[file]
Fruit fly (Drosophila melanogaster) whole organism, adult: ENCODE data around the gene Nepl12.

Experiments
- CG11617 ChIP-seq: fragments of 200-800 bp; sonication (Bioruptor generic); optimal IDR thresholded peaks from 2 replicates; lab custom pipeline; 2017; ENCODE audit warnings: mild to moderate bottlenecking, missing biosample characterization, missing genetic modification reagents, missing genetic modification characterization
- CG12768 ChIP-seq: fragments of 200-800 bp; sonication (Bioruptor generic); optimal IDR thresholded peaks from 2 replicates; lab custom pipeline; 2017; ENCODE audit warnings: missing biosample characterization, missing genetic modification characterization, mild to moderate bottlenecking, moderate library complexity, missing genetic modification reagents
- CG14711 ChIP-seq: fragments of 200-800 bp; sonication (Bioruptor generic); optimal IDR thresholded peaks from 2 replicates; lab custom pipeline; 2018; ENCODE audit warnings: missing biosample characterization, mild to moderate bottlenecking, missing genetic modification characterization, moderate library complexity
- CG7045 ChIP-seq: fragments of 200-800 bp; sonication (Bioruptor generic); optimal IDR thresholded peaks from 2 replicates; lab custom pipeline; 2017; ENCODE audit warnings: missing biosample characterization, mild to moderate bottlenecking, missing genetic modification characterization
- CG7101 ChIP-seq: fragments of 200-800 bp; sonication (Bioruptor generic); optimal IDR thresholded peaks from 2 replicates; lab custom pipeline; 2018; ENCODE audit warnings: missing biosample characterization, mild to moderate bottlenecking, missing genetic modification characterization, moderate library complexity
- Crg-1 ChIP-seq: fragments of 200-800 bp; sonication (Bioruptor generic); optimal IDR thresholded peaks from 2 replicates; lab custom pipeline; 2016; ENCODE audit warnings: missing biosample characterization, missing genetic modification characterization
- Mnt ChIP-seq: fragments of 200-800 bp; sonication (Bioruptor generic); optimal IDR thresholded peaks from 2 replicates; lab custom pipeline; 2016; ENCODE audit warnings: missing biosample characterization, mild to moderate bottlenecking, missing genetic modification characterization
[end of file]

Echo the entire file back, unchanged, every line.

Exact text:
Fruit fly (Drosophila melanogaster) whole organism, adult: ENCODE data around the gene Nepl12.

Experiments
- CG11617 ChIP-seq: fragments of 200-800 bp; sonication (Bioruptor generic); optimal IDR thresholded peaks from 2 replicates; lab custom pipeline; 2017; ENCODE audit warnings: mild to moderate bottlenecking, missing biosample characterization, missing genetic modification reagents, missing genetic modification characterization
- CG12768 ChIP-seq: fragments of 200-800 bp; sonication (Bioruptor generic); optimal IDR thresholded peaks from 2 replicates; lab custom pipeline; 2017; ENCODE audit warnings: missing biosample characterization, missing genetic modification characterization, mild to moderate bottlenecking, moderate library complexity, missing genetic modification reagents
- CG14711 ChIP-seq: fragments of 200-800 bp; sonication (Bioruptor generic); optimal IDR thresholded peaks from 2 replicates; lab custom pipeline; 2018; ENCODE audit warnings: missing biosample characterization, mild to moderate bottlenecking, missing genetic modification characterization, moderate library complexity
- CG7045 ChIP-seq: fragments of 200-800 bp; sonication (Bioruptor generic); optimal IDR thresholded peaks from 2 replicates; lab custom pipeline; 2017; ENCODE audit warnings: missing biosample characterization, mild to moderate bottlenecking, missing genetic modification characterization
- CG7101 ChIP-seq: fragments of 200-800 bp; sonication (Bioruptor generic); optimal IDR thresholded peaks from 2 replicates; lab custom pipeline; 2018; ENCODE audit warnings: missing biosample characterization, mild to moderate bottlenecking, missing genetic modification characterization, moderate library complexity
- Crg-1 ChIP-seq: fragments of 200-800 bp; sonication (Bioruptor generic); optimal IDR thresholded peaks from 2 replicates; lab custom pipeline; 2016; ENCODE audit warnings: missing biosample characterization, missing genetic modification characterization
- Mnt ChIP-seq: fragments of 200-800 bp; sonication (Bioruptor generic); optimal IDR thresholded peaks from 2 replicates; lab custom pipeline; 2016; ENCODE audit warnings: missing biosample characterization, mild to moderate bottlenecking, missing genetic modification characterization